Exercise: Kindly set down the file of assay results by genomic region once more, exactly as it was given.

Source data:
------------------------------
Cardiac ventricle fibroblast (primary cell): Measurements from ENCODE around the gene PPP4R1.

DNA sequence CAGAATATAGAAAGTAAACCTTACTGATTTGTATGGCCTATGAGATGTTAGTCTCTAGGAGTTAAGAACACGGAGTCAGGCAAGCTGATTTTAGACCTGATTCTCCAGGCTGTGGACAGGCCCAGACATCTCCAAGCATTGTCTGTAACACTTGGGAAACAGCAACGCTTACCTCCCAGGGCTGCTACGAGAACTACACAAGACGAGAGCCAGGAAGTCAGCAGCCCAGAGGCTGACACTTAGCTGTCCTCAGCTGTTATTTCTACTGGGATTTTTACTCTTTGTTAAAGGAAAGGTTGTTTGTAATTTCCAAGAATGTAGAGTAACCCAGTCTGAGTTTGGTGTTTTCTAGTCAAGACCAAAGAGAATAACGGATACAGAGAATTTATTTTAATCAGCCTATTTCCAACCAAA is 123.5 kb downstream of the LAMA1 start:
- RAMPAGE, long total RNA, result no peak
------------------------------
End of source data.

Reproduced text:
Cardiac ventricle fibroblast (primary cell): Measurements from ENCODE around the gene PPP4R1.

DNA sequence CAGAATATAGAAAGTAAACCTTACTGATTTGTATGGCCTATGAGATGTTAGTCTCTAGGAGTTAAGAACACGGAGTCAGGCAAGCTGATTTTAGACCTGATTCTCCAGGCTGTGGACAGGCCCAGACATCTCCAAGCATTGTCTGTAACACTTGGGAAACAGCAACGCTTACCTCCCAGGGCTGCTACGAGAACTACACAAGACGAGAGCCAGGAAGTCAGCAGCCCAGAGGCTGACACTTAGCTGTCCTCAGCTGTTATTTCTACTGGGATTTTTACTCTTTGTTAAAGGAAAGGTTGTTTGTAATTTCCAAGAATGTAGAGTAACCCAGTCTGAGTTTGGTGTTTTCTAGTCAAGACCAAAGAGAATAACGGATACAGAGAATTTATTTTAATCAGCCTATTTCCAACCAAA is 123.5 kb downstream of the LAMA1 start:
- RAMPAGE, long total RNA, result no peak